Monday, March 08, 2010

Can "Cloud" Computing Meet the Needs of Power Users?

Microsoft CEO Steve Ballmer has now committed his company's future to so-called "cloud" computing, a movement that makes plenty of sense for enterprise in the 21st century. No doubt, cloud computing technology will spread quickly in support of nascent consumer demand. On the other hand, comments such as the following by John Dvorak of PC Magazine remind me that there are constraints in cloud computing that power users should consider before moving away from their current software and systems. Dvorak is scathing in his current evaluation:
The cloud stinks. Its applications have always been much slower than their desktop counterparts. Try to get to the end cell of a large cloud-based spreadsheet. You'll long for the desktop version. The whole process is exacerbated by the speed of the Internet. The Internet is also unreliable. A couple of weeks ago, I was down for two hours. A month ago, I lost my connection for 20-plus hours.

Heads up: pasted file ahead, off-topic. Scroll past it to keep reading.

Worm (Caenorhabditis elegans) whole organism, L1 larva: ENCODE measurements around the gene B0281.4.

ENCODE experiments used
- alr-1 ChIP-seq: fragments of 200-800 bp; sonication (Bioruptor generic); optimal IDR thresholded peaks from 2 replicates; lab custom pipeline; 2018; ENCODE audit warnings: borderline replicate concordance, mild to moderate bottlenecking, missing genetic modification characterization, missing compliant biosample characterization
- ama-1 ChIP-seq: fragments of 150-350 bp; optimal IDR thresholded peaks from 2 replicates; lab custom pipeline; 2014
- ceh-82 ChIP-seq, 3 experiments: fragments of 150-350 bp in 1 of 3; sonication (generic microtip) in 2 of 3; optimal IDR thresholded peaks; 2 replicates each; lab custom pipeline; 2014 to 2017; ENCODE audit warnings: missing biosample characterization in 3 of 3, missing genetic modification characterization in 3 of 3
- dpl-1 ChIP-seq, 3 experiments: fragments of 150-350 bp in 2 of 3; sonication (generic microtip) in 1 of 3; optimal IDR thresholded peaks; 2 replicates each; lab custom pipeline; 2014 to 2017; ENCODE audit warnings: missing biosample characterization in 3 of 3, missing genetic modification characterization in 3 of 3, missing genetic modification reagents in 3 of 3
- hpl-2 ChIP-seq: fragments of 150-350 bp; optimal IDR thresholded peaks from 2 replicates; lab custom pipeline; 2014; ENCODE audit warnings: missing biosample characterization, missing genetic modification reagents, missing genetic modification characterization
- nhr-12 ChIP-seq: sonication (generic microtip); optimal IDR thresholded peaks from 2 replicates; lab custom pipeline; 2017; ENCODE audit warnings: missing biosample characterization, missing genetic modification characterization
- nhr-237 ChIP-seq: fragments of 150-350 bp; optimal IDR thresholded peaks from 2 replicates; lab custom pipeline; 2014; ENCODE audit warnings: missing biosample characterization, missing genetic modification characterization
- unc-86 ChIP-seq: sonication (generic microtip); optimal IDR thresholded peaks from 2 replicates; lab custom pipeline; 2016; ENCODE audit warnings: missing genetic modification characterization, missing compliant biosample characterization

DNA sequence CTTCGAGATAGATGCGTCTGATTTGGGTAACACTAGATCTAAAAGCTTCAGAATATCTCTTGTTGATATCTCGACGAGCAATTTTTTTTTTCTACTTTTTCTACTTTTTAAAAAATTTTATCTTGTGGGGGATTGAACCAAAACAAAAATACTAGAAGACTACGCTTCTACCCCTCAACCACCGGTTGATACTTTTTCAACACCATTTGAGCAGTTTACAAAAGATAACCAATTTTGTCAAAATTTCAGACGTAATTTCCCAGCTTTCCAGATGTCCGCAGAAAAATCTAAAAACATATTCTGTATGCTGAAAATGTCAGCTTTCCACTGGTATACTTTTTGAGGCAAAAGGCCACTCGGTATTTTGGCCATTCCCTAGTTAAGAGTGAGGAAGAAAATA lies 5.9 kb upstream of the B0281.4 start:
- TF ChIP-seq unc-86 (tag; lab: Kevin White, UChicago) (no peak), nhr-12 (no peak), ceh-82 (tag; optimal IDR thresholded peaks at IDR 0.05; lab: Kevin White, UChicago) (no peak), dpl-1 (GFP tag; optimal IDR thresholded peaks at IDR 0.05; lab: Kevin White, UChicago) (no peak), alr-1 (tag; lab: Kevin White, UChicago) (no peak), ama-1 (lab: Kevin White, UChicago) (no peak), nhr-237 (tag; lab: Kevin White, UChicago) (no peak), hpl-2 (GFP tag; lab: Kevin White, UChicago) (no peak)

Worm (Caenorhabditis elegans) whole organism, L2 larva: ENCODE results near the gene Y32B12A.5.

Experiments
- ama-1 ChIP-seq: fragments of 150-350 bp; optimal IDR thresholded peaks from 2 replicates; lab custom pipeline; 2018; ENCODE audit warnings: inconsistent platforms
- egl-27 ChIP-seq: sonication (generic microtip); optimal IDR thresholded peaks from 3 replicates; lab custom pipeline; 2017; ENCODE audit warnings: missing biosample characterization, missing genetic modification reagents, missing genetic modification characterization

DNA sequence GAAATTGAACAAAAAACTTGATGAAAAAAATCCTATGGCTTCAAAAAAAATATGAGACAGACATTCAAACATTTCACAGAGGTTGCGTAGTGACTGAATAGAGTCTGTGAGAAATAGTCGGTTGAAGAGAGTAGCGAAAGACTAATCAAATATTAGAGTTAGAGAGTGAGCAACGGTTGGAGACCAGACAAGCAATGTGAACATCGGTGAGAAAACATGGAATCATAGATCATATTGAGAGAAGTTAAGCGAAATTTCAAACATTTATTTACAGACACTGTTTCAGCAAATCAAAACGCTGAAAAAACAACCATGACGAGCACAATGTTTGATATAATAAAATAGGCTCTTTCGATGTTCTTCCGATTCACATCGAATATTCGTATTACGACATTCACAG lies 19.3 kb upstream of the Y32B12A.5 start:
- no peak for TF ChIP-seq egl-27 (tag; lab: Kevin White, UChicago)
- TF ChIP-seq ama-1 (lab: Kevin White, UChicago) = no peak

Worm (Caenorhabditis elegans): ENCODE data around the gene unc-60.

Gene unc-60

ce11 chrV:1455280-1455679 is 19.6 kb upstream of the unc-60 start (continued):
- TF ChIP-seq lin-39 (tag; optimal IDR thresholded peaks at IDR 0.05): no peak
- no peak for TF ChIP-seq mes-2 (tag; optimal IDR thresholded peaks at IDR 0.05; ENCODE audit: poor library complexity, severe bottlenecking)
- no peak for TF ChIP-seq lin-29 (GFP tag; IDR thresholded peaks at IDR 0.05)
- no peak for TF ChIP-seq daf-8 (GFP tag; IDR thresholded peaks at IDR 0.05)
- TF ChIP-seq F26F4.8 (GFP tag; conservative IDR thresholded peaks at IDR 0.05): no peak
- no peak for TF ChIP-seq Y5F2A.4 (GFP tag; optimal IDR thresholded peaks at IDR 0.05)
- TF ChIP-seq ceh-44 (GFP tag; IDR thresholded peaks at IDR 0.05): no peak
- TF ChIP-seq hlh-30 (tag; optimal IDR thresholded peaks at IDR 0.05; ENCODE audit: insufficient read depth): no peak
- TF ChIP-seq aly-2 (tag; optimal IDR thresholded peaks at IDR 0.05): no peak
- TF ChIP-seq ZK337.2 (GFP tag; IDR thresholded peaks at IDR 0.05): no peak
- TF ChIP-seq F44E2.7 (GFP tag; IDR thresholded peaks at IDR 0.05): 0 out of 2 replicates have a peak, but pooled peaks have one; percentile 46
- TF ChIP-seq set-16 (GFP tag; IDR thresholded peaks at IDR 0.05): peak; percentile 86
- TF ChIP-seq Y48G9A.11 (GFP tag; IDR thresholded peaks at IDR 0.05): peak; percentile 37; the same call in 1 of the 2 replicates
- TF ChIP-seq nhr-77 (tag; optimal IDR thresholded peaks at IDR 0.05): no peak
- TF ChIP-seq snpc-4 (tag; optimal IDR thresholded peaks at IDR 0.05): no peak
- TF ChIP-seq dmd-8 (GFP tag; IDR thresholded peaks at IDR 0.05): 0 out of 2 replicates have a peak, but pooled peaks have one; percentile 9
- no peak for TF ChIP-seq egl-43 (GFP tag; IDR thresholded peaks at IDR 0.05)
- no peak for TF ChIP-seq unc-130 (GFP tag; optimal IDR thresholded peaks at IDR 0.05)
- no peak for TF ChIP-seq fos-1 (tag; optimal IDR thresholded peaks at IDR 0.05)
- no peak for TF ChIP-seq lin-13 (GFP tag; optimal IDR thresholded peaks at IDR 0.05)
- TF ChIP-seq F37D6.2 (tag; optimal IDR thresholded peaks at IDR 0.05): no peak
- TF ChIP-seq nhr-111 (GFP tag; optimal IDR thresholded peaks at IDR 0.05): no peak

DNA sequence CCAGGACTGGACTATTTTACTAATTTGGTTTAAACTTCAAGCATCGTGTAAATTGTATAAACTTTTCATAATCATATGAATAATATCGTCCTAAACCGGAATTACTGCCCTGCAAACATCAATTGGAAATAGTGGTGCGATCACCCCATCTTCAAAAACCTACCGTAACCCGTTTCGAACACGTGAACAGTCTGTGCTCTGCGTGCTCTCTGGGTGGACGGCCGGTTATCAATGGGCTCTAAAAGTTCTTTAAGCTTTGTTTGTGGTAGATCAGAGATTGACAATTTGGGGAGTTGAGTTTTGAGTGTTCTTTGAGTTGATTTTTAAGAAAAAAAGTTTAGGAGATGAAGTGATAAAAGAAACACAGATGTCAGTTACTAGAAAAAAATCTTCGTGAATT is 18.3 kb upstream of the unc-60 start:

I consider myself to be an Excel (Microsoft) power user. In a few months, I will be installing the new 64-bit version of Excel 2010 onto my Intel Core i5 powered 64-bit computer system. It is doubtful that I will be moving quickly to adopt cloud-based spreadsheet solutions, and certainly not before I confirm that the new systems can reliably and efficiently meet my needs, in detail. For now, that's my stand...

Source: PC Magazine


Ed Graham said...

Based on your user experience requirements, perhaps the cloud is not the best alternative platform. I don't see the cloud as necessarily as a new technology platform, rather a new purchasing paradigm. However, it is imperative that organizations clearly understand their users requirements before virtualizing their desktops in the cloud.

irae said...

PLease attribute the image to the original source image either:



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